The word treaty is used often when discussing First Nations affairs, but there seems to be some confusion about what a treaty really is.
The dictionary definition simply states that a treaty is a formally concluded and ratified agreement between two or more parties … a negotiated agreement made in good faith. And according to the dictionary, a treaty is also the formal document that embodies the agreements made.
The word treaty has been around since 1425 thanks to Middle English, which is from the Old French word traite, which is from the Medieval Latin word tractātus.
And according to international law, a treaty can only be made between two or more nations or sovereign states, formally signed by those authorized to represent each of the nations or sovereign states, and solemnly ratified by the several sovereigns or supreme power of each nation or sovereign state.
In Canada, a number of treaties were signed between First Nations and Great Britain, even before Canada became a country. In fact, in 1701, the first of many treaties between the British Crown and First Nations peoples were negotiated and signed. And it’s these historic treaties — signed between 1701 and the present — that are the basis of the comprehensive land claims by First Nations peoples.
“What are comprehensive land claims?” you might ask.
A comprehensive land claims is those where there are continuing Aboriginal rights to land and natural resources, and cover land title rights, fishing rights, trapping rights, and financial compensation. And from those comprehensive land claims come specific claims which are claims that have to do with the mismanagement of First Nations lands and assets by the government and/or its agents.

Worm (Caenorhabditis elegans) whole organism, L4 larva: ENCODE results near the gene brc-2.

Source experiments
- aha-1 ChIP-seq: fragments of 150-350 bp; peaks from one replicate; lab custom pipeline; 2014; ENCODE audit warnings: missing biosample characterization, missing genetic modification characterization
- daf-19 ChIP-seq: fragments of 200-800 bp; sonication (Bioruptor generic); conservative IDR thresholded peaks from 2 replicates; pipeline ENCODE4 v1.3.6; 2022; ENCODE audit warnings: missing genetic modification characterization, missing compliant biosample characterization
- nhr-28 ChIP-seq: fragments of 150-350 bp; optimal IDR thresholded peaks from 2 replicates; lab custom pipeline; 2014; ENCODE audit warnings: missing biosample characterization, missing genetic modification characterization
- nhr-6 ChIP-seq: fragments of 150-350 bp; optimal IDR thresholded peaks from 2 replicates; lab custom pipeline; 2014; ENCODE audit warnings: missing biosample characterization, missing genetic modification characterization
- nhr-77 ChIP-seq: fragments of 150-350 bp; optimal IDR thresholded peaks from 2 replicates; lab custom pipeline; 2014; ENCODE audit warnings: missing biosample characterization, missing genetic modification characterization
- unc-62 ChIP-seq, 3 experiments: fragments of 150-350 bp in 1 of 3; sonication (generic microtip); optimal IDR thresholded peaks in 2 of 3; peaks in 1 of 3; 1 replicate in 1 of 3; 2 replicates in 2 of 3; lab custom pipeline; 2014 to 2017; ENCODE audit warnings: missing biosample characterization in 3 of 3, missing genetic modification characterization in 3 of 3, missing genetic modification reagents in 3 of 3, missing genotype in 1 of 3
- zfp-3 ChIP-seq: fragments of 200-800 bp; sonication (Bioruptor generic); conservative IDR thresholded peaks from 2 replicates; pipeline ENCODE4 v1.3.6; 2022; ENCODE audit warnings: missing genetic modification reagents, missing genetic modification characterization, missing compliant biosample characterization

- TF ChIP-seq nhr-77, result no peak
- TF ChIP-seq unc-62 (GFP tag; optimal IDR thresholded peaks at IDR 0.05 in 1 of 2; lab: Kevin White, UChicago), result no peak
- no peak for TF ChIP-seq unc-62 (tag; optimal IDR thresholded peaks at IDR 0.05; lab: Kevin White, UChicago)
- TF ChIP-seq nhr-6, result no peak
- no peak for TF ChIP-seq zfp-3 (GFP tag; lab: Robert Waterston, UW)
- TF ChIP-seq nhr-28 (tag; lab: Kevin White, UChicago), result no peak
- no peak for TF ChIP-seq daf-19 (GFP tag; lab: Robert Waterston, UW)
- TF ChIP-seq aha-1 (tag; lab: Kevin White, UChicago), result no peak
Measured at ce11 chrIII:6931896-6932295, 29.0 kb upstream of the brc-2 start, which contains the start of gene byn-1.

One of the many problems with the treaties is the way in which the British Crown shifted the balance of power away from First Nations peoples and in favor of the British Crown. Between 1764 and 1836, and in the years directly following the Royal Proclamation, the British Crown was determined to assimilate First Nations peoples rather than recognize First Nations as independent nations.
The treaties that were agreed to with the British Crown were written on parchment by the representatives of the British Crown. The treaties that were agreed to with First Nations peoples — such as those that made up the Twenty-Four Nations Belt — were recorded with hundreds and hundreds of colored shell beads on wampum belts.
With the signing of the Treaty of Paris (titled the Definitive Treaty) on September 3, 1783, the British and the Americans excluded the First Nations representatives from the discussions and agreements made between the two countries. Neither the British Crown nor the American government was interested in acknowledging the rights of First Nations peoples or the treaties that had been signed previously.
The document began thusly:
In the Name of the most holy and undivided Trinity